Conflicts & War

The war was inevitable, says former president of Yugoslavia

By Vesna Bernardic

Zagreb, Jun 23 (EFE).- It has been 30 years since Slovenia and Croatia declared independence from Yugoslavia, marking the breakup of the Federation after a series of bloody ethnic wars that lasted a decade.

But according to the last president of Yugoslavia, Stjepan Mesic — who represented Croatia in the Federation — reaching an agreement and avoiding a war was not possible.

“I proposed a confederation for three, five, eight years, as long as we needed to reach an agreement and then decide what to do. All the constituent elements would proclaim their independence and sign a confederal agreement. But no proposal was accepted,” Mesic told Efe.

Mesic said his counterparts from the other federations — which included Serbia, Bosnia-Herzegovina, Macedonia, Montenegro, Slovenia and the two autonomous regions of Kosovo and Vojvodina — were unwilling to reach a political agreement.

“Slobodan Milosevic’s regime, then president of Serbia, was against any political, federal or confederal agreement proposed. They were only interested in Greater Serbia,” Mesic said.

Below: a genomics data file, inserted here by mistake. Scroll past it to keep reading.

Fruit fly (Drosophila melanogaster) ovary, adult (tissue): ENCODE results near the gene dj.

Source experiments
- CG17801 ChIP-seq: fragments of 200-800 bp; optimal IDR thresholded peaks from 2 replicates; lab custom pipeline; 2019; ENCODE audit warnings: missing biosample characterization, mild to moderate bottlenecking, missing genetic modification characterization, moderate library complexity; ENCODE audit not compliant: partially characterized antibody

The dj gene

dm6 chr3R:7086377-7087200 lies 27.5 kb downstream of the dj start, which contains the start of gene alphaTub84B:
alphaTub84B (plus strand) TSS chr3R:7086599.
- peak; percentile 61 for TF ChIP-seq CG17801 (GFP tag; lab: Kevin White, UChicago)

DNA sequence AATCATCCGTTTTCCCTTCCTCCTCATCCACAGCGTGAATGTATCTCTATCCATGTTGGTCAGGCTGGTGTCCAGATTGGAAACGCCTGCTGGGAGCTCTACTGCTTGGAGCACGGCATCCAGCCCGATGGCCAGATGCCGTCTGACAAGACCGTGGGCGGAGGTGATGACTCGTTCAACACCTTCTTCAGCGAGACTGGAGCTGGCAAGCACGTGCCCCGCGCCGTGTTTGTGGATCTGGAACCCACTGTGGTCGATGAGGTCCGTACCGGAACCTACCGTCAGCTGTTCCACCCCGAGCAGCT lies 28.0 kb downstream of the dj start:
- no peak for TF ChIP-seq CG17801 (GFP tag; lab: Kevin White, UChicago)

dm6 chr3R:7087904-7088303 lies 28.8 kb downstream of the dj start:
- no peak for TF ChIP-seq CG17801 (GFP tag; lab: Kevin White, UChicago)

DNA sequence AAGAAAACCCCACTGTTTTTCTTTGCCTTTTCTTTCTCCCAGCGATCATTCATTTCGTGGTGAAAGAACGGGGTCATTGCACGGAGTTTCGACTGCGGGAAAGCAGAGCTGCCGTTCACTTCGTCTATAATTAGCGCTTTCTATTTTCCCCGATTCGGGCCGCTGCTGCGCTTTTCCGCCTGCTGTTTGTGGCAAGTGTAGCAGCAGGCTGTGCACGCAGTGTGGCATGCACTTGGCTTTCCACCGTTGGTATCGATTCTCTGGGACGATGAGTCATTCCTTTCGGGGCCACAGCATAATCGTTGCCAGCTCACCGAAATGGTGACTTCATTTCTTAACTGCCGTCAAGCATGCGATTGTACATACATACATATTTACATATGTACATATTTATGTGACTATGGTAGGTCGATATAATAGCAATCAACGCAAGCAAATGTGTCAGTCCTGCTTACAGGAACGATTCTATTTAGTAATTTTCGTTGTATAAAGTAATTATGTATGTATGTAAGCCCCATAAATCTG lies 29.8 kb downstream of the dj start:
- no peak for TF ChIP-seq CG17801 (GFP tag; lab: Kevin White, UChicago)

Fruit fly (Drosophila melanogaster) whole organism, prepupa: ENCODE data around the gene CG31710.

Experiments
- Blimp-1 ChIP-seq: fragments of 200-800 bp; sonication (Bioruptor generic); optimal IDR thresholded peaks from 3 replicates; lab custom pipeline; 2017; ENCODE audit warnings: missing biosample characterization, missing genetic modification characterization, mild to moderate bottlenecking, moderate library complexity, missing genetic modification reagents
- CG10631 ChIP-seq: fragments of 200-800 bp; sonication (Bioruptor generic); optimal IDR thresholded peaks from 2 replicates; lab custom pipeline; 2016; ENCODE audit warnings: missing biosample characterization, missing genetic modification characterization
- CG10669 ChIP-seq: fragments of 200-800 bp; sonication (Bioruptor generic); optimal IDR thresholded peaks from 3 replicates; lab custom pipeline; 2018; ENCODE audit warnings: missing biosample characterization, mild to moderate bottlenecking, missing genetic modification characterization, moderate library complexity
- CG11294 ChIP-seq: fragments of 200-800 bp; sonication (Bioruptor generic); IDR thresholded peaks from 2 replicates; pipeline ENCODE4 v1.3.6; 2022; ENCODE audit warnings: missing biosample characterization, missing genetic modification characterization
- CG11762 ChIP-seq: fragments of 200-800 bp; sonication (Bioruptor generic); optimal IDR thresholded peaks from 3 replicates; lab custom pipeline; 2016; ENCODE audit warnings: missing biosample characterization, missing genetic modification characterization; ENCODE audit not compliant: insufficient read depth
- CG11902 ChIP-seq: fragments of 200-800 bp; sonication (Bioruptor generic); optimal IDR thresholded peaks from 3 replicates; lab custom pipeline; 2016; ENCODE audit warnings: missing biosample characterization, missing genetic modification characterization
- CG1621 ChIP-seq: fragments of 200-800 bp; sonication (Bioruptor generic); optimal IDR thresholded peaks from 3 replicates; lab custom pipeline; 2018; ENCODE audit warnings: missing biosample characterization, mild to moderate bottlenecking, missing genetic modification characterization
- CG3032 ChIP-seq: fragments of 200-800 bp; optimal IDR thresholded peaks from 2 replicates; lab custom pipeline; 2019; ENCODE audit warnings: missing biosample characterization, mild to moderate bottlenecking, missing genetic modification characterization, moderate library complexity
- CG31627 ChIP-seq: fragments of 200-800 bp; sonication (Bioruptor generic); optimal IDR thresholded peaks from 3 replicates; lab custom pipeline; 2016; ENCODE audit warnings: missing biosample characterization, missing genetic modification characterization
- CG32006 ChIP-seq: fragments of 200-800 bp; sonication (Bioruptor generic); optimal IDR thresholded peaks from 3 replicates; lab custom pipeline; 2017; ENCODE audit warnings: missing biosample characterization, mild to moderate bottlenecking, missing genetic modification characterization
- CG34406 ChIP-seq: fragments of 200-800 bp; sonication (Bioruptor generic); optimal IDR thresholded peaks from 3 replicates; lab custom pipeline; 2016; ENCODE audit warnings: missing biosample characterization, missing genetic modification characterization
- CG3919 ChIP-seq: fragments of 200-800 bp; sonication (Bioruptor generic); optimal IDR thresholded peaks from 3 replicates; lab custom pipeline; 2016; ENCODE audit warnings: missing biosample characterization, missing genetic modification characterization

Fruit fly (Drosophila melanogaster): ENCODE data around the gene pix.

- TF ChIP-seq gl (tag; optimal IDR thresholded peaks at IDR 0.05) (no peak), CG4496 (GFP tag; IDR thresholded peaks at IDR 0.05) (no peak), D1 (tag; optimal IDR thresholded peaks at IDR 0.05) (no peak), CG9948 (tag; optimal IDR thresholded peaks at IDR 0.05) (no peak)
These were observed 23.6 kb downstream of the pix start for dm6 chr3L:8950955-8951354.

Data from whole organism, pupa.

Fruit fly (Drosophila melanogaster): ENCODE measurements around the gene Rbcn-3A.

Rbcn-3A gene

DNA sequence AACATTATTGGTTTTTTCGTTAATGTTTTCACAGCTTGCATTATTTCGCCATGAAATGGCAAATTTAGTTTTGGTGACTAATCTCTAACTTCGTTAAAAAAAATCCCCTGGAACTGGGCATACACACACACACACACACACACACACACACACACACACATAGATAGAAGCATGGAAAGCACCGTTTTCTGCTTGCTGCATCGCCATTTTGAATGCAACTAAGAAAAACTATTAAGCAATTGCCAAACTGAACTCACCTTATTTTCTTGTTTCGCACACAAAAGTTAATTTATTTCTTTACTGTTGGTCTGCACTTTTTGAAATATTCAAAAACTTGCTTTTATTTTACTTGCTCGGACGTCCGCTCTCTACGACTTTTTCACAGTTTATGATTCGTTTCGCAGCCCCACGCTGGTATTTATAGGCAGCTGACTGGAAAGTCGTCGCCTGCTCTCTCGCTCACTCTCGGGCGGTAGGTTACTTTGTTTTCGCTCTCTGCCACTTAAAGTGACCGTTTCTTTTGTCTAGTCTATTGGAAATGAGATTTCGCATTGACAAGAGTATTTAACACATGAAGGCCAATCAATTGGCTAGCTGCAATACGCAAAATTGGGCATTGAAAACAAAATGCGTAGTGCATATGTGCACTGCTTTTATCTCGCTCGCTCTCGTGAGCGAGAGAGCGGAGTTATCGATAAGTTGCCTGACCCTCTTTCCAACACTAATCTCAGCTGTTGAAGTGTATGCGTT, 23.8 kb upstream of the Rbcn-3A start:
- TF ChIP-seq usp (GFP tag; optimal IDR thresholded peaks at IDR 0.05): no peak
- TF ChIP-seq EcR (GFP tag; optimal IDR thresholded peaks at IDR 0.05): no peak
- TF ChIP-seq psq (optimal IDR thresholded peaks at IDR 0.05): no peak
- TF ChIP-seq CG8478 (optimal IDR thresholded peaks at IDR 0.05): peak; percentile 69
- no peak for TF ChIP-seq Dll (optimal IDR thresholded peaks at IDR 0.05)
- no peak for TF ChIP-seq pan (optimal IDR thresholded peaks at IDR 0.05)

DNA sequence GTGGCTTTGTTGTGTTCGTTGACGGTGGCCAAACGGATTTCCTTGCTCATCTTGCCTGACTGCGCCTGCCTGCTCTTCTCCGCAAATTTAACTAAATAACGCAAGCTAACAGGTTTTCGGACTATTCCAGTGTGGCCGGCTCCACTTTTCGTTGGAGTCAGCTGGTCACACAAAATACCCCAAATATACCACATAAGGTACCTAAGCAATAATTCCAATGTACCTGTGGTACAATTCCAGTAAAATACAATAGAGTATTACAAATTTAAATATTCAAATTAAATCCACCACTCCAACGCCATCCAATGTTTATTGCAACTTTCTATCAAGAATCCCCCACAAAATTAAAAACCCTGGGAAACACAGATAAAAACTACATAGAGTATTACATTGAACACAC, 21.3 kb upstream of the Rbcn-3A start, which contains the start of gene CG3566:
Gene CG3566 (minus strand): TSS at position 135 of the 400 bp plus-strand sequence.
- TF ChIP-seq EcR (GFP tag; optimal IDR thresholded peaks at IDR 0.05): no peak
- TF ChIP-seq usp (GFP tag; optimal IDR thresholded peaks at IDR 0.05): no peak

“Meanwhile, Milosevic was deceiving the world that he wanted to preserve Yugoslavia,” he added.

Amid growing nationalism, Milosevic changed the fragile balance in the Federation when between 1989-1990 he stripped autonomy from Kosovo and Vojvodina and forced a pro-Serbian change of power in Montenegro.

“With the changes in Kosovo and Vojvodina, he destroyed an indispensable pillar of equal rights in the Federation, since the regions were one of its constituent elements. He simply annihilated those autonomies,” Mesic said.

Milosevic was indicted for war crimes during the Kosovo war and died in prison in The Hague in 2006.

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